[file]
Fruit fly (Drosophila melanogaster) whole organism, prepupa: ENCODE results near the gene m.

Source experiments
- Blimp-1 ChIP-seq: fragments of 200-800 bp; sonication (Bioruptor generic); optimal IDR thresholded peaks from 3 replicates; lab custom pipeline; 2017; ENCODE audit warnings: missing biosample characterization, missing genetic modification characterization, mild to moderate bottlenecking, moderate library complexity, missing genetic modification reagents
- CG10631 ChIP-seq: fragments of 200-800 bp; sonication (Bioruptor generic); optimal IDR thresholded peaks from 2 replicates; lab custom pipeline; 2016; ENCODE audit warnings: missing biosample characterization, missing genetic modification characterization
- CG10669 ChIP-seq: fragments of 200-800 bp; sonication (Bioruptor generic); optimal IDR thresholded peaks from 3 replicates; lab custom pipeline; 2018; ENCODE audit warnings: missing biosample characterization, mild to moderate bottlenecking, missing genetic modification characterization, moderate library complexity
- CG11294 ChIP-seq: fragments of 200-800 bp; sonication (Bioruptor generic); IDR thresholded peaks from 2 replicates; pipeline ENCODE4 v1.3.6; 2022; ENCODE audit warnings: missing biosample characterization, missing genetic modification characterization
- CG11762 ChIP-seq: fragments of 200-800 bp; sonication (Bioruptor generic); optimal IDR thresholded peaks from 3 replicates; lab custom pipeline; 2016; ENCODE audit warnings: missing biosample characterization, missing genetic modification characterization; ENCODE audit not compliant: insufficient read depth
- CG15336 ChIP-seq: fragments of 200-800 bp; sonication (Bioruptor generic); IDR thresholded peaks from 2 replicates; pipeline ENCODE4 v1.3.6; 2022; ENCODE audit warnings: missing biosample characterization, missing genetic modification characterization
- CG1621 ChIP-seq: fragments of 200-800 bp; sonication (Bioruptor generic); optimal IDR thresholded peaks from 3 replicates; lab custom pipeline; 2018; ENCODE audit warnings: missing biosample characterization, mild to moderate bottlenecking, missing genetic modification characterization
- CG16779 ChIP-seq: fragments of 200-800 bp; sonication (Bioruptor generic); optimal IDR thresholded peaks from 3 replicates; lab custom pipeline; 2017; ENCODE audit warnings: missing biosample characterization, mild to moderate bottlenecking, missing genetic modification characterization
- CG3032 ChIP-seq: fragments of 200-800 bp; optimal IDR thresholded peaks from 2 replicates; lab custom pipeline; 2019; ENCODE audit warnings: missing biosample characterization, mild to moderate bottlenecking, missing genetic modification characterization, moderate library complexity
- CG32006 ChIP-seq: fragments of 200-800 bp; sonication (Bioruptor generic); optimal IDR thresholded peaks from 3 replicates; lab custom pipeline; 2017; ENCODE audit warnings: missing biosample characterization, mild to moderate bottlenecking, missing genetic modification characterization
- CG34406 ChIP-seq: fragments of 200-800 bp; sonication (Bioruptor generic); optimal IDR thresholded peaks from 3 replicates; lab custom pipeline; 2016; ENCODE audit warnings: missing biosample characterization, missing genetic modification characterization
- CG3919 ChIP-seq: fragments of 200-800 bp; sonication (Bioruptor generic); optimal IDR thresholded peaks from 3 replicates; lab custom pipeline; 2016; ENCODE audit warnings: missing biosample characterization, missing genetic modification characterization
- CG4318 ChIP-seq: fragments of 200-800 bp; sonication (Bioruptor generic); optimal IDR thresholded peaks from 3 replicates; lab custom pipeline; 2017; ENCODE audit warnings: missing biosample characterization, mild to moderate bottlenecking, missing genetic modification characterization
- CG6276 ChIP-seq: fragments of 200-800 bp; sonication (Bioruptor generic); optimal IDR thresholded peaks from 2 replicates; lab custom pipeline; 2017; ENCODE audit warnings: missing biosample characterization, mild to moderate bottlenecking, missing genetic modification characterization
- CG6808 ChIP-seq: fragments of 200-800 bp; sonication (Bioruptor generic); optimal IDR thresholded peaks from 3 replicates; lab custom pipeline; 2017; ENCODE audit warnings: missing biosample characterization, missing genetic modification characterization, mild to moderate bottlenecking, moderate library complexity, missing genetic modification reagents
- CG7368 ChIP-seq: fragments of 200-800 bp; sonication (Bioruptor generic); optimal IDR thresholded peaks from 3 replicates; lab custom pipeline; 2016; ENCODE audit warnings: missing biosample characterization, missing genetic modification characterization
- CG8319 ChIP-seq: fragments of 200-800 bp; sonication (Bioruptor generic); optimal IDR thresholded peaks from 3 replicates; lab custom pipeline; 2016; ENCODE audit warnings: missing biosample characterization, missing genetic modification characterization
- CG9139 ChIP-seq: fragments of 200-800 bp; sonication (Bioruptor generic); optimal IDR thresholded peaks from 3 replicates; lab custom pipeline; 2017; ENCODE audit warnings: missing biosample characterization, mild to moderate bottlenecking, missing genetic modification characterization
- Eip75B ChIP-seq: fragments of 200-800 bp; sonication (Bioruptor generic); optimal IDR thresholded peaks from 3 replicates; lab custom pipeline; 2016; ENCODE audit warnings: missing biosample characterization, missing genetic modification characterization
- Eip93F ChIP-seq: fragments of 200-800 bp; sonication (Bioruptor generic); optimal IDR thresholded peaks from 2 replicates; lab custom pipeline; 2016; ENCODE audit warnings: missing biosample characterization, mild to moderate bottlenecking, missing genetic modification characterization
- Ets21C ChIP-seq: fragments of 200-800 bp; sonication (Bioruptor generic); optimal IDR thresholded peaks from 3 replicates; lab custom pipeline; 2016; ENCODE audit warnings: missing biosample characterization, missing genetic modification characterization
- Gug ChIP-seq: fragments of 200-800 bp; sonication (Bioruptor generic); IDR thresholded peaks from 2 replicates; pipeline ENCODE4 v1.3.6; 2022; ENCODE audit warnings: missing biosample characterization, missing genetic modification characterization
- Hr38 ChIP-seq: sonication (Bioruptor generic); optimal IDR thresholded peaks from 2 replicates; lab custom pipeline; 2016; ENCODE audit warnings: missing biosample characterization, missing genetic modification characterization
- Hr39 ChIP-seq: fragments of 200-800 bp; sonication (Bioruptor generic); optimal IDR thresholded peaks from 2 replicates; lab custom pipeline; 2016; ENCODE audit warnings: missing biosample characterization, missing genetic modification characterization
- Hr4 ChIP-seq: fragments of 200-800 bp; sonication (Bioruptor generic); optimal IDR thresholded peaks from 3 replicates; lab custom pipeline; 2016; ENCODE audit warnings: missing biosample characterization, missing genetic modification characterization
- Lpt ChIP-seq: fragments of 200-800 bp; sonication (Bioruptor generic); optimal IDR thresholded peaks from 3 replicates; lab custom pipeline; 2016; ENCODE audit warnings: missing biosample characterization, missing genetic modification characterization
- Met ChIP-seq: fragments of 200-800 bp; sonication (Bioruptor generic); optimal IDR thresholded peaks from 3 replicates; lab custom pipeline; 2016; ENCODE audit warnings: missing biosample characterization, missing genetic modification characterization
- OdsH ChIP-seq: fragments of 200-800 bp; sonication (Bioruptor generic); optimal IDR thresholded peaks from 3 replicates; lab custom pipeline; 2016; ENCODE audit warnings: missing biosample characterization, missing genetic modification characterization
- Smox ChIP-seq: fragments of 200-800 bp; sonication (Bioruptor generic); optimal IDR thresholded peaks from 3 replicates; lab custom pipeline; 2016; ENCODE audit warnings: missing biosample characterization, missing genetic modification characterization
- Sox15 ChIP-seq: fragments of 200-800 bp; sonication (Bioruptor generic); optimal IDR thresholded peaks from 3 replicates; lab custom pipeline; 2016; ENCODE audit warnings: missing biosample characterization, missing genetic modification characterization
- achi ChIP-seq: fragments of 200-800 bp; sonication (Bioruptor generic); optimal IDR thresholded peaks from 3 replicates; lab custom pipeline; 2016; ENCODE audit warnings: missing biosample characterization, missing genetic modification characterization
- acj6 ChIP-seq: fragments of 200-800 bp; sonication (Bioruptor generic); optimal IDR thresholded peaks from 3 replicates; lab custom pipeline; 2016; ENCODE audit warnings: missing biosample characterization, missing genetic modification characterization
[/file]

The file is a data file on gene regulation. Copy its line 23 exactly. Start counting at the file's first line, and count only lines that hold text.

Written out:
- Ets21C ChIP-seq: fragments of 200-800 bp; sonication (Bioruptor generic); optimal IDR thresholded peaks from 3 replicates; lab custom pipeline; 2016; ENCODE audit warnings: missing biosample characterization, missing genetic modification characterization